Eidos' latest PlayStation adventure game blends cinematic elements of media like Blade Runner, The Killer, and Aeon Flux, with gameplay devices of titles such as Resident Evil and Heart of Darkness, yet somehow manages to come off as a wholly original experience. In Fear Effect, you play as one of three mercenaries attempting to retrieve the daughter of a powerful Chinese businessman who has disappeared into the mysterious Shan Xi Protectorate. Your intentions are far from heroic; your goal is to reach her before her father's men do, so you can make a bundle of money by providing her safe return.
The game's environments are similar to the prerendered scenes of Resident Evil but with FMV footage streaming or looping in the background, giving each scene a bustling urban look. The game also controls much like RE; however, the characters can run and shoot at the same time (and when they hold a gun in each hand, John Woo style, they can fire at multiple targets). You actually play as each of the three characters (covert operative Hana Tsu-Vachel, general all-around mercenary Royce Glas, and Australian toughman/explosives expert Jakob "Deke" Decourt) throughout the course of the game, as the story changes to focus on events happening around them. This happens quite often, in fact, and you might find yourself acting as two different people over the course of one save point to the next. The game's title is a reference to its adrenaline meter, which is like a health meter though with a few differences. If you've taken fire or been clawed by a creature, your heart rate will increase and your meter will turn red. If you defeat a horde of enemies in a blazing gunfight, sneak up and take out a guard quietly, or solve a puzzle, you'll gain an adrenaline reward, and the meter will return to normal. It isn't totally clear in a given situation what you should do to bring the "fear effect" back down, but the stress provides a nicely heightened sense of anxiety during play.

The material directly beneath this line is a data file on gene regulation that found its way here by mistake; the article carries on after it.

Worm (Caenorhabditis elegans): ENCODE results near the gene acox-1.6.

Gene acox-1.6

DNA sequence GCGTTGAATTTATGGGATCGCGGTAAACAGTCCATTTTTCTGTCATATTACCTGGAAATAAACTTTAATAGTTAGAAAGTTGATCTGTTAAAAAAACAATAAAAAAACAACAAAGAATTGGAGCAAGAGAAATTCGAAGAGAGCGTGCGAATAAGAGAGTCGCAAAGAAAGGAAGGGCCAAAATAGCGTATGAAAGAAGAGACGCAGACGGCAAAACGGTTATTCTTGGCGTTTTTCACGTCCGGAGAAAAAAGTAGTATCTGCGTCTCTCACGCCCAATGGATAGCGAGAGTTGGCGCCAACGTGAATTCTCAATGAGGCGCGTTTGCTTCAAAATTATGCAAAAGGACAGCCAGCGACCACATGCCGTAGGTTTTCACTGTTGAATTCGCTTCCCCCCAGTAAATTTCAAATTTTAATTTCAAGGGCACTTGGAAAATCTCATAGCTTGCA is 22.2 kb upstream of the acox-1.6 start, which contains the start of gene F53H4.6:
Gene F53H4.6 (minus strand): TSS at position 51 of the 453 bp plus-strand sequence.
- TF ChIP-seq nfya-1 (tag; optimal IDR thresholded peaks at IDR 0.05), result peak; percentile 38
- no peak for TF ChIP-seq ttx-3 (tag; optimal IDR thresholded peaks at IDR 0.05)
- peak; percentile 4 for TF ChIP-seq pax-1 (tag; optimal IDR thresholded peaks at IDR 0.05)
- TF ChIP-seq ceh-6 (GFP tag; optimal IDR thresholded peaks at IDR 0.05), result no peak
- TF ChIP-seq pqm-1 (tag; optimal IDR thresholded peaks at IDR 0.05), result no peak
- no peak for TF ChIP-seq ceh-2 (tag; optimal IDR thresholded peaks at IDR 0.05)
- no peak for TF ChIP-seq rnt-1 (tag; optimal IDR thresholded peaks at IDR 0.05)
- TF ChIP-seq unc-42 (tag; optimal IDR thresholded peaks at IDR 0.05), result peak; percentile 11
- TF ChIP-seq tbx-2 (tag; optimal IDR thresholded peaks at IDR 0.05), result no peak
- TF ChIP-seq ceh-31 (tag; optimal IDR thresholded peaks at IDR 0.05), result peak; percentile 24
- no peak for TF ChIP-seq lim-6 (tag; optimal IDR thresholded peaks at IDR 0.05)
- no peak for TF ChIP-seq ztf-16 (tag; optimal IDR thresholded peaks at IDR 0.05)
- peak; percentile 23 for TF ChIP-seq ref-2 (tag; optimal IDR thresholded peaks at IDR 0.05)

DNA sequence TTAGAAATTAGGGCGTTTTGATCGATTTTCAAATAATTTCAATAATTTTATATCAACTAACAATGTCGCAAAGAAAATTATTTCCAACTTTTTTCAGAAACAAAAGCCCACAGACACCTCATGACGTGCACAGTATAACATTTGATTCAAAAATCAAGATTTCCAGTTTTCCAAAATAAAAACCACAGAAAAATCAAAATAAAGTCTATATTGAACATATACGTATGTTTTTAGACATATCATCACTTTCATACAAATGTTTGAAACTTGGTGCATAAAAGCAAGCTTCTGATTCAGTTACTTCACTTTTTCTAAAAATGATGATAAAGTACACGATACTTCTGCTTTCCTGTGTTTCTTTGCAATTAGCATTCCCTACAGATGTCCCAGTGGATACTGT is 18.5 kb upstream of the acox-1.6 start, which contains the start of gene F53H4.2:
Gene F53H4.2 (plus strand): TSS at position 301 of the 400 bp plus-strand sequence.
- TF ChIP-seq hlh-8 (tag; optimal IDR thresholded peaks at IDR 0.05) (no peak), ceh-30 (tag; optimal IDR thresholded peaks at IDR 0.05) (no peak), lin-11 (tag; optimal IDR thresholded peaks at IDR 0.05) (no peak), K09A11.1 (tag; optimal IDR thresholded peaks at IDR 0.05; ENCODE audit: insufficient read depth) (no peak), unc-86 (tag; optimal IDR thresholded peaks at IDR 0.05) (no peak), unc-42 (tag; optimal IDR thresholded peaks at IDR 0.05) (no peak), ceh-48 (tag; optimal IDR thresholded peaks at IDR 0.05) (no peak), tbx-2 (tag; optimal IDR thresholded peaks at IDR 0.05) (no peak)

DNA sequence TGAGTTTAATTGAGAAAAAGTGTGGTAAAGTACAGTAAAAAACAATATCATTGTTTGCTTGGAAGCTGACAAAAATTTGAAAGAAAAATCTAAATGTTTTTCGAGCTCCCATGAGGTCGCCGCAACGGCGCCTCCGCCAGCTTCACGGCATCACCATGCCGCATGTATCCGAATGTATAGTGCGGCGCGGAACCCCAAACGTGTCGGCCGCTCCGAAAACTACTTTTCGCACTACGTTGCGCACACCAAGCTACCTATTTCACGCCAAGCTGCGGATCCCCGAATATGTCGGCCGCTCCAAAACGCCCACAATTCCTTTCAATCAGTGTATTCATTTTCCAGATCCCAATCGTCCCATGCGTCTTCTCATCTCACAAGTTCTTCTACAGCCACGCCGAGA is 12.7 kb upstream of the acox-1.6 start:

Fear Effect's look is one of its main strong points; it has a distinct visual style that sets it apart from any other game out there, really. It's true that many other titles have used prerendered backgrounds in the past, but the constant pulsing video effects make you feel like you're actually a character in Fear Effect's filmic world. What holds the game's graphics back is that the camera angles, while very cinematic, sometimes make it difficult to judge distance. This can unnecessarily complicate the process of picking up items or opening doors, something that can be deadly if a room full of monsters is attacking you at the time. Also, while some environments look simply stunning, there is the occasional visual that just looks muddy and washed out. Still, the graphical positives far outweigh the negatives and result in a game that is just great to look at.
The Fear Effect learning curve is a little steep at first. Though not extraordinarily difficult, the game plays out a bit like the old laser-disc arcade game Dragon's Lair until you master the controls (which are like those of Resident Evil but slightly more complicated). For example, at one point on the first disc, you have to cross a small rooftop without being shot by a nearby helicopter. Until you figure out what you have to do to accomplish this task, you end up watching a short movie sequence in which you're riddled with bullets over and over again. At one point though, you suddenly learn the control setup, and the game ceases to be frustrating and starts becoming remarkably fun.
There are many cases where you need to make a split-second decision once you enter a room, as in Amazing Studios' Heart of Darkness, or die. Though these "puzzles" are never too obtuse, the lengthy loading times you face when you fail them do detract from the game. Save points are sometimes placed quite a distance from a particularly difficult passage, causing you to go back and cover ground as another character before you're able to confront the tough spot again, much like having to sit through an intro sequence before a boss in an RPG. Another drawback is the lack of additional modes once you beat the game. Basically, once you're done, you're done, and you have little reason to replay it. Fear Effect takes longer to beat than Konami's Metal Gear Solid and clocks in at roughly the same length as a Resident Evil game, but it's missing the extras we've come to expect from both of these genre standards.
Like Metal Gear Solid and Resident Evil though, the overall experience that Fear Effect provides is hugely entertaining. It's one of the few games that creates a story compelling enough to make you want to play through it in a single long sitting. There are so many twists and turns in the plot that you want to continually play just a little further and the storyline's mature tone is refreshing, enough so that it makes you look past the game's few warts, going a long way toward making Fear Effect one of the best PlayStation games to come out in the US so far this year. Here's to a PlayStation2 sequel.